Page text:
Following the death of Bill Grauer, Keepnews’ business partner, Riverside went bankrupt in 1964. Not long after he set up a new label, Milestone Records, with Dick Katz. Milestone was another success. It issued albums by Joe Henderson, Lee Konitz, Nat Adderley and Gary Bartz among others.
In 1972 Keepnews signed up McCoy Tyner. The pianist’s previous recording contract had not been a happy one, so he was wary of signing a new one. Nevertheless, after recommendations from Joe Henderson and Gary Bartz, Tyner eventually signed a two-year agreement. Keepnews worked hard with Tyner until they eventually “reached an almost instinctive level of operation.” (p. 182) One of the changes Keepnews initiated in Tyner was an interest in recording technology, and together they improved the sound on disc of Tyner’s percussive and strong-left-hand. (p. 182) By 1980 Tyner’s sales had increased 700%, and he went on to record more albums with Keepnews than did Monk or Evans.
When Milestone was bought by Fantasy in 1973, Keepnews moved from New York to San Francisco to work for Fantasy and to reissue both Riverside (bought by Fantasy in 1972) and Milestone albums. He also continued to produce recordings. In 1985, after leaving Fantasy, he set up yet another label, Landmark, producing over ten years more than 50 albums by such musicians as John Hicks, Ralph Moore, Elvin Jones, Bobby Hutcherson and Yusef Lateef.
As his work with Monk, Evans and Tyner shows, Keepnews was able to adapt to each musician’s individual needs. This essential ability was continually put to the test. “I’ve never worked with anyone who made it easy,” he once wrote. (p. 186) And he has described why it is so difficult to work with top musicians: “It is not at all uncommon for talent, genius, artistic superiority to be thoroughly intertwined with eccentricity, temperament, perversity of one sort or another, and a highly developed tendency on the part of the artist for both self-torture and the tormenting of those around him.” (p. 189)
As well as adapting to individual musicians, Keepnews also needed to work proactively. He has described the role of a jazz-record producer thus: “He should serve primarily as a catalytic agent. In a literal sense, my dictionary refers to this as something that ‘initiates a chemical reaction and enables it to proceed under different conditions than otherwise possible.’ In a jazz sense, I mean that the producer’s job is to create, in whatever ways he can, a set of circumstances that will allow and encourage the artist to perform at the very highest level.” (p. 11)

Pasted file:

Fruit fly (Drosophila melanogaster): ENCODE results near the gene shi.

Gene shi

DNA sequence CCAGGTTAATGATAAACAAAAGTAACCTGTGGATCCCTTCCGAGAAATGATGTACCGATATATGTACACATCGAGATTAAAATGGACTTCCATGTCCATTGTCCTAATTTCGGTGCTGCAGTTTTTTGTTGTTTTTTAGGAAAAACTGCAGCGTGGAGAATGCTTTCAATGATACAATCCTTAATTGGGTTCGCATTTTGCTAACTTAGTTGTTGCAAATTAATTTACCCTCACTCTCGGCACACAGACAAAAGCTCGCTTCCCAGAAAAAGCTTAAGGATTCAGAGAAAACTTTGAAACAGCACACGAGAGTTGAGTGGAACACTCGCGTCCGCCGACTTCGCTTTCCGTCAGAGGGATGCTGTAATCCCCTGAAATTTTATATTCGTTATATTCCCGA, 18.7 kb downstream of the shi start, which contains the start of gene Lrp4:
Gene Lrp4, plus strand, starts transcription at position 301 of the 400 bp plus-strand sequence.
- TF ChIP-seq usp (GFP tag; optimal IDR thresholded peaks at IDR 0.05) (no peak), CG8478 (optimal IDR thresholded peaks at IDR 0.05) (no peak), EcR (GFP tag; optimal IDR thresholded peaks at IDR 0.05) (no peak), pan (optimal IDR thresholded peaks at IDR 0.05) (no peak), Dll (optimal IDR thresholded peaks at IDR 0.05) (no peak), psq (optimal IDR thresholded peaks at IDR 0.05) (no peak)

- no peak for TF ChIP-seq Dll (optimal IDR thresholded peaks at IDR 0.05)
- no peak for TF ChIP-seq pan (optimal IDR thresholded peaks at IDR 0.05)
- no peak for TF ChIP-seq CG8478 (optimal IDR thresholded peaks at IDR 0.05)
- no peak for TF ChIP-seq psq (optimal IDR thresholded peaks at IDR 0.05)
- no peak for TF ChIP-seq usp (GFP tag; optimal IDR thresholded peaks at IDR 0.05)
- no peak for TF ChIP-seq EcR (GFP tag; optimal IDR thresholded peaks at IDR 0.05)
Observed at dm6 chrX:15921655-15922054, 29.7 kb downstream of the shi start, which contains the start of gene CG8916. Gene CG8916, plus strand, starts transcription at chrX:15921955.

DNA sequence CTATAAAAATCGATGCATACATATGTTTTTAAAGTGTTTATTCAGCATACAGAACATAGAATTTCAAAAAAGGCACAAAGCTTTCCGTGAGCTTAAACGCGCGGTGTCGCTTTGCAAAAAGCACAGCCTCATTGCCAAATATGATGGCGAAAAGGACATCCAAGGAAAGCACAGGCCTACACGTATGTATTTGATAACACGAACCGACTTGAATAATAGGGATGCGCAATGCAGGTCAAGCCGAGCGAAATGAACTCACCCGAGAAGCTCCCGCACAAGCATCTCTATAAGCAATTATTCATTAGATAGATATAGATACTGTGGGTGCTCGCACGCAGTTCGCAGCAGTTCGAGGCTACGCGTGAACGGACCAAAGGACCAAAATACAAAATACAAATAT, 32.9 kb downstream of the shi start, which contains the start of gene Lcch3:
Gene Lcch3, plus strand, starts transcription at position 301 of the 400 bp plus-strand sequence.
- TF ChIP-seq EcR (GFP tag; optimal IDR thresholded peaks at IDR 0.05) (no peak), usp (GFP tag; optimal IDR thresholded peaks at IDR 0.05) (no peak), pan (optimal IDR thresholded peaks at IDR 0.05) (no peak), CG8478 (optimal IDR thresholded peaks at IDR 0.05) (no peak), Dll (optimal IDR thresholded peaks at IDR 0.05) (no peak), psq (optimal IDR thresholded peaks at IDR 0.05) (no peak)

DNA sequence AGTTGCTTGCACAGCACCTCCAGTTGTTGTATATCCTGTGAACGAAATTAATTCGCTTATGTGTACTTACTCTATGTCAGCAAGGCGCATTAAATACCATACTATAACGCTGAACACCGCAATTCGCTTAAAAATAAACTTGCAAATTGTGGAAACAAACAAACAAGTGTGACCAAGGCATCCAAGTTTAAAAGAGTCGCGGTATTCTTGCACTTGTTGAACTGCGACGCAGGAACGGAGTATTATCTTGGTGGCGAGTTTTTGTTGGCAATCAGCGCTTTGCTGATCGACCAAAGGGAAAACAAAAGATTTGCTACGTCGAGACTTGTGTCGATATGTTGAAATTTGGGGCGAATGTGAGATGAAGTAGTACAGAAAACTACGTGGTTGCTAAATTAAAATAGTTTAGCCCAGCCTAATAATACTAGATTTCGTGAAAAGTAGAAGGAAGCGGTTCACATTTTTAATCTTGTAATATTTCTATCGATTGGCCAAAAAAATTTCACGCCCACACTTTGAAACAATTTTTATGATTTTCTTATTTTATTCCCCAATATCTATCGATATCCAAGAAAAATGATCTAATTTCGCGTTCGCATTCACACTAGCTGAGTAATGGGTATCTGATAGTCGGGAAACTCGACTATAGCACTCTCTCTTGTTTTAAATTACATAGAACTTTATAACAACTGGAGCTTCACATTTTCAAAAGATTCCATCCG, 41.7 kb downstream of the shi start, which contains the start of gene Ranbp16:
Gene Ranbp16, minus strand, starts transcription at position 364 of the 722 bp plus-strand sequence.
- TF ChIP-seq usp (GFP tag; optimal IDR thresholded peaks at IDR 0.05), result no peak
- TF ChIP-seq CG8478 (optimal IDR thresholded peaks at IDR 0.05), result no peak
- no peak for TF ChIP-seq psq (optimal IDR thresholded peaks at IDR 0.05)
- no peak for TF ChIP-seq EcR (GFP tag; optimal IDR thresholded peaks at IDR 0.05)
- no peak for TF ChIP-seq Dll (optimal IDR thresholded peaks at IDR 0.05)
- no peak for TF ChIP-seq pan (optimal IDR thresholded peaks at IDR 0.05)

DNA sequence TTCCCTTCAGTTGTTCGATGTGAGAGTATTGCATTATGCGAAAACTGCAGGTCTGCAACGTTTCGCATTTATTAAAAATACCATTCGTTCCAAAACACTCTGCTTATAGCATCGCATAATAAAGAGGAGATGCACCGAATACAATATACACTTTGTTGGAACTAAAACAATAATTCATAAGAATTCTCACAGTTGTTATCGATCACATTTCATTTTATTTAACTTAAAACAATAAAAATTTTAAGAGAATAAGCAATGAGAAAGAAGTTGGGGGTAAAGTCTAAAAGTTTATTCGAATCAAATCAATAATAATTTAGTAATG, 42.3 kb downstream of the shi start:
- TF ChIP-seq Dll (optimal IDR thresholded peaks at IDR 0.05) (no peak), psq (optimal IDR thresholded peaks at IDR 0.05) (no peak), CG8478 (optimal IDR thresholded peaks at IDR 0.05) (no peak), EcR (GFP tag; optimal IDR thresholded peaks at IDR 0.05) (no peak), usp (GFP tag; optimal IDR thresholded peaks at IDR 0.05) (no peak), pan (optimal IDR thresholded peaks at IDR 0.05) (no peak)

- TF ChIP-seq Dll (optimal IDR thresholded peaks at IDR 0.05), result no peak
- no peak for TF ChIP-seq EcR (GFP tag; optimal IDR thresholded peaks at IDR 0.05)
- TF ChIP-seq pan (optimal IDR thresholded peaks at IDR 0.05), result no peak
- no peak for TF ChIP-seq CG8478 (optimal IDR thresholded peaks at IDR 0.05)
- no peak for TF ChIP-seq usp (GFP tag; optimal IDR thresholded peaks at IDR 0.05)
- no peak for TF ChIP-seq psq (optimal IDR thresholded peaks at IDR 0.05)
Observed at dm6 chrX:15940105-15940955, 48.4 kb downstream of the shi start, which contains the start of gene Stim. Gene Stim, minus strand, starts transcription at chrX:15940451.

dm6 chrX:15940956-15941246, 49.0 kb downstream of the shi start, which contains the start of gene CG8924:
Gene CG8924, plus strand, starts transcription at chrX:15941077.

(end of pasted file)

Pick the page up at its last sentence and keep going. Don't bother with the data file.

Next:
Keepnews’ success also depended on a thoroughly discriminating ear for jazz. This was developed from an early age through his habitual visits to New York clubs and later through his years as a jazz writer for The Record Changer. Just as important were his interpersonal skills and a continual willingness to learn; these enabled him to recruit and retain some of the best musicians. Many of them showed strong loyalty to him, often becoming his friends and supporters. An anecdote from Keepnews illustrates the camaraderie he fostered: “Cannonball came busting into my office and said, ‘I heard this incredible guitar player Wes Montgomery, and we’ve got to get him on the label.’” For Keepnews, the fact that the saxophonist referred to Riverside as a collective endeavor was the real triumph: ‘My principal artist referred to the label as ‘we’! That’s what it’s all about.’” (Andrew Gilbert, “An Appreciation of Orrin Keepnews,” kqed.org, 1 March, 2015)
All quotations except the last are from Orrin Keepnews, The View FromWithin, Oxford University Press, 1988